Sunday, September 20, 2015


It's still a shirt-soaking inferno in southeast Texas, so we are still doing DIY projects instead of taking weekend trips.  While northern folk bemoan the coming winter, we exult over our impending freedom from the crushing heat of summer (93 degrees as I write this and as we head into the final week of September).  The cold fronts are coming, the cold fronts are coming...
Get out the RVs.  Finally.  
One of the users on the Air Forums WDYGFYTT thread inspired me to finally figure out the construction of the magnetic organizer that I have wanted to install behind the driver's seat in our mid-bath model Airstream Interstate.  In one or two other Air Forums threads, we had previously bemoaned the lack of magnet-friendly surfaces in the Interstate, and I finally got around to doing something about it.  Here's the project build sequence, with two caveats.
This is the sheet metal product I used, but I offer this suggestion:  Get a sheet of slightly heavier gauge steel if you want your magnets to have better staying power.  The product spec tab says this is 30 gauge (0.32 mm), and it was all that was available in our local store.  The smaller sheets sold by Home Depot cite 28 gauge (0.40 mm), and that might be better for both rigidity and magnet holding power, supposing you can find it in larger sizes.   Gauge chart here
The side wall of the Interstate is curved, so I did my usual thing in templating with butcher paper. 
Pushing the pencil into the seam.  If you do this, it will likely make a template that is about a quarter of an inch wider than what you really need.  We had to trim ours down.  
Tracing from the paper template onto the sheet metal.  That familiar Sprinter T1N body curve.  
We made the cut using sheet metal shears (masking tape added for scratch prevention), but there are probably other ways to do it.  You must be careful with sheet metal this thin, because it is very easy to put unsightly bends, dents, and kinks in it.  Again, I think a slightly heavier gauge would be better for the project.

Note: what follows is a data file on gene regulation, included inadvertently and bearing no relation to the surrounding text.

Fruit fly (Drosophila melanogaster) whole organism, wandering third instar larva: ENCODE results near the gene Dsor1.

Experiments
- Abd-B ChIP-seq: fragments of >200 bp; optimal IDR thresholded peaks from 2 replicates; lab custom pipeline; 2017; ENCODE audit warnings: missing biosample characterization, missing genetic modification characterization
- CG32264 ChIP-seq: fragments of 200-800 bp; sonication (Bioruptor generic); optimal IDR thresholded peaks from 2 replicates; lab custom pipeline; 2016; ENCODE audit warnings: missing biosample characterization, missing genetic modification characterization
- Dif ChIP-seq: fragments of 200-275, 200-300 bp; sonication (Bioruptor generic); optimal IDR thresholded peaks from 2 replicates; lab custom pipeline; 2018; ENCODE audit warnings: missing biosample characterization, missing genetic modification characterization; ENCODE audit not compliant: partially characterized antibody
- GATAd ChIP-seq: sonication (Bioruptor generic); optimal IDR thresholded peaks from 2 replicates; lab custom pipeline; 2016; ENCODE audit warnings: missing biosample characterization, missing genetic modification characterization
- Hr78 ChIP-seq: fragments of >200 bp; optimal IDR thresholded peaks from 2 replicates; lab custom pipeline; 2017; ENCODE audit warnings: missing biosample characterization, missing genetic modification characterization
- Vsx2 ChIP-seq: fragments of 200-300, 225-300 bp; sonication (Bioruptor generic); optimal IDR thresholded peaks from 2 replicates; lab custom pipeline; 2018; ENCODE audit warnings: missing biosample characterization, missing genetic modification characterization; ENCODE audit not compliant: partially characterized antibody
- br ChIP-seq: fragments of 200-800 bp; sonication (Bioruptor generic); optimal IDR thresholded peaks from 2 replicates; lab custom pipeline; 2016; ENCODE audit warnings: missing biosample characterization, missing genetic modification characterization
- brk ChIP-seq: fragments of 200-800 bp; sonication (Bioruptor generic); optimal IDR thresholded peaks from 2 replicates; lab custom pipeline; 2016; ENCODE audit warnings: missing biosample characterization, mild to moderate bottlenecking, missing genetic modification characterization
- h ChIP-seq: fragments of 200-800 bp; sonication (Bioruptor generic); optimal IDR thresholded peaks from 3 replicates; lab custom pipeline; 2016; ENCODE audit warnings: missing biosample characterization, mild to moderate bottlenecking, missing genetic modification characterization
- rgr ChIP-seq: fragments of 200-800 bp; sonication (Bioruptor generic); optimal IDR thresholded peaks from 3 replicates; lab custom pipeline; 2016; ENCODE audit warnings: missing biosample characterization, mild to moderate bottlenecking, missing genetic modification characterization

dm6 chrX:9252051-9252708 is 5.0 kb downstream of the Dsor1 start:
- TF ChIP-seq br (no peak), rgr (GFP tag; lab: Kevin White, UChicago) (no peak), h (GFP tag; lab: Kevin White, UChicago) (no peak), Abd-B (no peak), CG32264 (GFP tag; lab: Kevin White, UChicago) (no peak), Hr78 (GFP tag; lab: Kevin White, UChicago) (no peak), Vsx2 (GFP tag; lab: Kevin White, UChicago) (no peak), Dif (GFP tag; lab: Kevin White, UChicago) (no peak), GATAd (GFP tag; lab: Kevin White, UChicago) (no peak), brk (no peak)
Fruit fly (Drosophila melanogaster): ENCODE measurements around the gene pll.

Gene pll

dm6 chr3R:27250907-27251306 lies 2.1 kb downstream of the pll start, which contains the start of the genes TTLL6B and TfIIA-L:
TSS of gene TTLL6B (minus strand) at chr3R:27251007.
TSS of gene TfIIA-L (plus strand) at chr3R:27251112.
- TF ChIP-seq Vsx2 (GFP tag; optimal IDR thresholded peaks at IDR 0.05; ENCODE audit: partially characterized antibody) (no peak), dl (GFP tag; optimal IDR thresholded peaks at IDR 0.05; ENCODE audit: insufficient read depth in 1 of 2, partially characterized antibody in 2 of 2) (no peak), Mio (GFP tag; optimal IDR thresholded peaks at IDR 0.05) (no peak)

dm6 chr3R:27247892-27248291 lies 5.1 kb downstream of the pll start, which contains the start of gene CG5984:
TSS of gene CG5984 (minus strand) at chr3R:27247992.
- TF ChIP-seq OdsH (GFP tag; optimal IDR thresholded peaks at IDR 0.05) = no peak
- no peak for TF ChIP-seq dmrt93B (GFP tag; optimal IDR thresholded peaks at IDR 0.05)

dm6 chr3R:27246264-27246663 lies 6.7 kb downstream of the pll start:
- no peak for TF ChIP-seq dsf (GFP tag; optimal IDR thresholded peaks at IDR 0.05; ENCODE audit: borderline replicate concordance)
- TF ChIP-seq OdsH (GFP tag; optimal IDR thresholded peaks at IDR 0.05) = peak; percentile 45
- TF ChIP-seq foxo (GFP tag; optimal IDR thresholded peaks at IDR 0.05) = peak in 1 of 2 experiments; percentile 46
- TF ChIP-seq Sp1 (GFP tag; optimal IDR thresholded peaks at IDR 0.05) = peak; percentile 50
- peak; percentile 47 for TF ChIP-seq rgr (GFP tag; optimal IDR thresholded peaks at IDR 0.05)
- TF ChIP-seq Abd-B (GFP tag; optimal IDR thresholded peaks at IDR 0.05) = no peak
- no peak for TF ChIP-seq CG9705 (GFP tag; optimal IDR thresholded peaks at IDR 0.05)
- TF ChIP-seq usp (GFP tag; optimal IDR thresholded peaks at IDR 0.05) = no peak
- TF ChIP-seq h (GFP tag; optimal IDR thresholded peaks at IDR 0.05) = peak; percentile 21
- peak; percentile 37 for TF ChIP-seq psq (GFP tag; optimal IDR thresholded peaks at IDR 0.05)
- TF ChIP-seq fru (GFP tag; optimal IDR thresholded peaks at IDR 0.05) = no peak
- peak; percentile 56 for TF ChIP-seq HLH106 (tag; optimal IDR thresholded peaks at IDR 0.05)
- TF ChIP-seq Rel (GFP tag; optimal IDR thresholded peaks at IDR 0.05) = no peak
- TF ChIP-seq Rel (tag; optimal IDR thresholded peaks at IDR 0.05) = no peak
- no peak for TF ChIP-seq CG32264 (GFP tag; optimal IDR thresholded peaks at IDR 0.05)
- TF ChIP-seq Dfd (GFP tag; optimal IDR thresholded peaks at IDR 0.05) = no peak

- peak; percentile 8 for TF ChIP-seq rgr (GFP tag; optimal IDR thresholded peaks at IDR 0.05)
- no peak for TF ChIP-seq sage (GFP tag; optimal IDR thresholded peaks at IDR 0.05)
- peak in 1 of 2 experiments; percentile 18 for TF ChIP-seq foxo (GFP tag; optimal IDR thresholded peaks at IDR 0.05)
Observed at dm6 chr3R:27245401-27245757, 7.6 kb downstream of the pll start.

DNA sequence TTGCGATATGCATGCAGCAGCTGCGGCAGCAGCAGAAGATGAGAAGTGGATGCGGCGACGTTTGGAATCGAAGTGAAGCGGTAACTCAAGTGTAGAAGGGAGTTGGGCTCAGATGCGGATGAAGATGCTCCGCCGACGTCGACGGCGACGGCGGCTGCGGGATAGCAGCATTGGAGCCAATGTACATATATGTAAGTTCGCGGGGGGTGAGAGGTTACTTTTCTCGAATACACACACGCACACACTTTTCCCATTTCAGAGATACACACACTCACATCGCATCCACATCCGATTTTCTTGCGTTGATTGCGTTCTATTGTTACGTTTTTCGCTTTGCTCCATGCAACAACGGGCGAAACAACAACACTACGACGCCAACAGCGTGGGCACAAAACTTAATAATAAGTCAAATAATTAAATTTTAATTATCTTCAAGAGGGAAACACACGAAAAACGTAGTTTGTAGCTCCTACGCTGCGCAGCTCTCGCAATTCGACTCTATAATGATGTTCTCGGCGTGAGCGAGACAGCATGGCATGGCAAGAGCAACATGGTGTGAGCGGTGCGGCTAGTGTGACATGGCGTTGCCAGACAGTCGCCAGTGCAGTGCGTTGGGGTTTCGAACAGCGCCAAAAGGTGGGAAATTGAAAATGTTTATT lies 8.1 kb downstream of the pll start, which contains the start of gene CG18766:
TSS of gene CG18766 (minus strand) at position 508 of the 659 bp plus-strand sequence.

And there is the money shot, installed with 6 stainless steel screws (corners and middle on each side).  I have not yet optimized the magnetic array on it yet, but you get the idea from the way I've staged it here.  What was formerly unused space now has a purpose.  Most importantly, it doesn't look home-made.  I intentionally designed it such that the top edge of the metal is in a line with the top edge of the aluminum facing on the wet bath door (the aluminum and the galvanized steel don't look appreciably different).  That way it almost looks as if it wraps around the corner of the wet bath, as if Airstream had originally installed it that way.  
This is where I plan to keep my magnetic do-done list - right behind the driver's seat (see this post for creation instructions).  When I turn around to grab the seat belt, there's the list staring right back at me.  It, too, is held on using magnets.
The other caveat I will add is that the larger the surface area of any given magnet or magnetic device, the better I've found they perform in a moving vehicle. Counter-intuitively, those magnetic spice tins (which I will use for spare fuses and other small odds 'n' ends) that you see in the photo above, the spice tins with their bottom-covering sheet magnets, hold much more securely than their stronger but smaller neodymium counterparts.

You can see in that close-up photo above that the screws we used to attach this fitted sheet metal piece are reminiscent of Airstream's rivets.  Once again, stylistic consistency is one of the keys to having any given DIY project turn out well.  

Friday, September 11, 2015